Emma Knickerbocker
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I Recommend NOT Being Disabled If You Want to Be Treated Fairly in Class

Surprisingly, this tactic works.

So cute!

Let's state the obvious for a moment: school is hard enough for students to endure. 

Whether it’s because of homework, extracurricular activities, or other kids just being stupid kids, school becomes a burden for young people. For others, however, it’s harder in ways that the “normal crowd” couldn’t really even comprehend. Learning disabilities affect close to ten percent of students in public schools, and as someone who was born with anxiety, Asperger’s, and ADD, I can safely say that graduating from college will be harder for me than someone without any of that, and it’s even harder with administrators that claim to decide what’s better for the student when in reality, it’s easier paperwork for the school. On top of that, there are teachers that just don’t seem to get it after all of this time.

Being diagnosed with Asperger’s and anxiety isn’t all that fun. You know you’re different, but you’re not too sure why or how. That alone can be rather stressful. As for me, I know I stick out sometimes and I’m fine with that. What changes is when somebody points it out in a negative light and enough for you to notice, but not so much for the other students. In the first semester of my senior year of high school, I took a digital art class thinking about how awesome and constructive it would be to my future major in video game arts. Along with that, it would be fun to do! Digital art is always something that fascinated my tech-obsessed mind.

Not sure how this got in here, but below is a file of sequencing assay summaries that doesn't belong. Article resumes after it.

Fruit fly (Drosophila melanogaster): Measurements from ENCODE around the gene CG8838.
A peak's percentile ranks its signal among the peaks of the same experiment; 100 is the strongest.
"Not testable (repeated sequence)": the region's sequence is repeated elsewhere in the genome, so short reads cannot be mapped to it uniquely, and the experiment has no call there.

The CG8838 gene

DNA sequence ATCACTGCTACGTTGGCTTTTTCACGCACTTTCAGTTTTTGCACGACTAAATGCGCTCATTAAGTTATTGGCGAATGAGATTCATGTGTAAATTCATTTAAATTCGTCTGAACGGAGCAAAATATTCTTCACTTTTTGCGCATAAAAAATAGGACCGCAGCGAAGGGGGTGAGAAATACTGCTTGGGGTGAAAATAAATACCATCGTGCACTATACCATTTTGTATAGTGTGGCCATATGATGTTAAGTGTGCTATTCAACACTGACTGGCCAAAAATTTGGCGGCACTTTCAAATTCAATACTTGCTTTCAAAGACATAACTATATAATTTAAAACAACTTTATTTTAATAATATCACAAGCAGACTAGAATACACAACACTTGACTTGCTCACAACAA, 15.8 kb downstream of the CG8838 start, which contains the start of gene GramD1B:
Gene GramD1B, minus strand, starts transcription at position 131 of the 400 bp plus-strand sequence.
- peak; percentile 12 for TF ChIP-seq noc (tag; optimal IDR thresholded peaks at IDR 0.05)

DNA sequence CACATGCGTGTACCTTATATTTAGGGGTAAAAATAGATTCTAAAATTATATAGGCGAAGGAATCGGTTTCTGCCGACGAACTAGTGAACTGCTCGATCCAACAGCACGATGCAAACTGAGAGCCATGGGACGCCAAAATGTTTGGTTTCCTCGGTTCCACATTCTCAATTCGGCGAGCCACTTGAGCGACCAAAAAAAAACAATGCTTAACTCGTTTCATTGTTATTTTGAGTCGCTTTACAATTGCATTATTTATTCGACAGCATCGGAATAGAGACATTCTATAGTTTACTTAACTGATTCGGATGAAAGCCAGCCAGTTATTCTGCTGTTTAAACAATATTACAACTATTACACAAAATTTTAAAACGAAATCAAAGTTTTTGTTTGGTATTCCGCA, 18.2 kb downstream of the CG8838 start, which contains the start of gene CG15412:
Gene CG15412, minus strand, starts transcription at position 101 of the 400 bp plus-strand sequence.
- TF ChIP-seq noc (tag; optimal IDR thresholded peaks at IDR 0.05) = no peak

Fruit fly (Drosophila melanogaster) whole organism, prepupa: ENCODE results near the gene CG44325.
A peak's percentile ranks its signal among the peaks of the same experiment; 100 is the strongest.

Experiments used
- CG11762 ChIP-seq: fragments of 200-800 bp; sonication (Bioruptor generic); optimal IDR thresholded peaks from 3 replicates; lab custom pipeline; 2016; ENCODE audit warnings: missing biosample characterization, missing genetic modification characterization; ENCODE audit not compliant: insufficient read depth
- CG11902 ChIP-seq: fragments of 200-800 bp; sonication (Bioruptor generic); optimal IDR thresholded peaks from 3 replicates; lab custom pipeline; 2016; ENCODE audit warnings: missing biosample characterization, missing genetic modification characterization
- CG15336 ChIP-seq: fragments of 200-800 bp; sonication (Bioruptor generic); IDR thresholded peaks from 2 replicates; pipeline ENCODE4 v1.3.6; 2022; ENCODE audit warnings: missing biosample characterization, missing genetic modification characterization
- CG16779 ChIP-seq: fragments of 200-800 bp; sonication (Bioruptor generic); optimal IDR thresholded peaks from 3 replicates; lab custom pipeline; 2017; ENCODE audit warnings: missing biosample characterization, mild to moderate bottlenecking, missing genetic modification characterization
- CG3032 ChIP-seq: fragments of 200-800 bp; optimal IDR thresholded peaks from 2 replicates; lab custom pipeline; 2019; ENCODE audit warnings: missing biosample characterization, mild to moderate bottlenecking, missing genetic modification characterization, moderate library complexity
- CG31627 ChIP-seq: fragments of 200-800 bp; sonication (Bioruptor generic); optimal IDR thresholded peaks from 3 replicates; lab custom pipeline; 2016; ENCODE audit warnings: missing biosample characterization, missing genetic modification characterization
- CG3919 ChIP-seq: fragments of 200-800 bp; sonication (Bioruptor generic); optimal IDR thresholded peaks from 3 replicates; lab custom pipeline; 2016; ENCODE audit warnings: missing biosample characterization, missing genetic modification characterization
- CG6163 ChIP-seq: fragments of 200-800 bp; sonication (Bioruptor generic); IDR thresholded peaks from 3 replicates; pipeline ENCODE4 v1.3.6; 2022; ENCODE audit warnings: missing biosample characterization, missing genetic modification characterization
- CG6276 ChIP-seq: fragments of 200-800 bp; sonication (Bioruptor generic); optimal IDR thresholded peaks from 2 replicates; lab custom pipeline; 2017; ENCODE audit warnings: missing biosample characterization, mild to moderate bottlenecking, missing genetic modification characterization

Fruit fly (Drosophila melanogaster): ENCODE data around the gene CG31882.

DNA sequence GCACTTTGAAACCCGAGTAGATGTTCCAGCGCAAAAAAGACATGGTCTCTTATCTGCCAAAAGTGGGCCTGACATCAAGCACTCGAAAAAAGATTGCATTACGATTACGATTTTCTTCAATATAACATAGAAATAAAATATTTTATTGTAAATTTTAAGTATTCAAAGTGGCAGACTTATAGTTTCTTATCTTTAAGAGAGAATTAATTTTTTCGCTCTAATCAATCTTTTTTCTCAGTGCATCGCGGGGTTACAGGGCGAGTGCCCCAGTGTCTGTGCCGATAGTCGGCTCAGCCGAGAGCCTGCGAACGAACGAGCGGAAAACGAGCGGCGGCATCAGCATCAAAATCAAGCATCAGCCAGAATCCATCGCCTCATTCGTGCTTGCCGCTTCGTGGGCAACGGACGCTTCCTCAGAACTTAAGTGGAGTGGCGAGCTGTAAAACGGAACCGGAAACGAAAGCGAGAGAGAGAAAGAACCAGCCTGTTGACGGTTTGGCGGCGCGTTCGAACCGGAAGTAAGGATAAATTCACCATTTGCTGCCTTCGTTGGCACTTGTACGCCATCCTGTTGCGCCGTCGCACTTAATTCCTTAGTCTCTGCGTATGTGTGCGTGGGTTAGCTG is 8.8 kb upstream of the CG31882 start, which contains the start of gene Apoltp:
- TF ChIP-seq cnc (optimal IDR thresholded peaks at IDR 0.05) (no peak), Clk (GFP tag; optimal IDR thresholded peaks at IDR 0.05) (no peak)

It ended up being the worst class I have taken solely because of the teacher.

I can name several instances where I was called out for no reason. The teacher (who will be named Mrs. Smith) was not really treating me like everyone else and making it blatantly obvious that I was not liked. I was rushed more than anyone else on my hard work, and I was called out for things I didn’t even do. I was treated like I was a clueless imbecile when in reality she faced a senior going into a degree similar to her own in college. She made me feel like I was wrong. She made me feel broken and resentful. My work suffered.

One specific incident I can remember is when we were assigned a project on Adobe Illustrator where we were to recreate a car from a year we were assigned to using a certain method that I cannot recall the name of. The method required careful observation of the original picture of the car and being able to remake it. Being a tedious artist, I took my time with the piece. Ninety-five percent of the other students had simply done something along the lines of circles and boxes... rather unimaginative, if I do say so myself. 

I was assigned the year 1962; the car I chose was a Volkswagen Beetle. While everyone else went for a realistic approach, I thought it would be neat to make it like a neon sign. I used brightly-colored lines and spent a lot of time with the piece. I had to work on it non-stop the entire class since I did not have Adobe Illustrator at home, and I worked hard. I always worked hard on my pieces. I often found myself in the sought-after "art zone" while listening to music on the computer.

The week passed by rapidly. I found Mrs. Smith standing over my shoulder one day, thin lips pursed into the obviously fake grin. She looked at my work without a word for some of the longest moments of my life. Eventually, the woman spoke to me.

"You need to finish this up soon, hon," she said in her odd, slightly condescending tone. "It's due tomorrow!"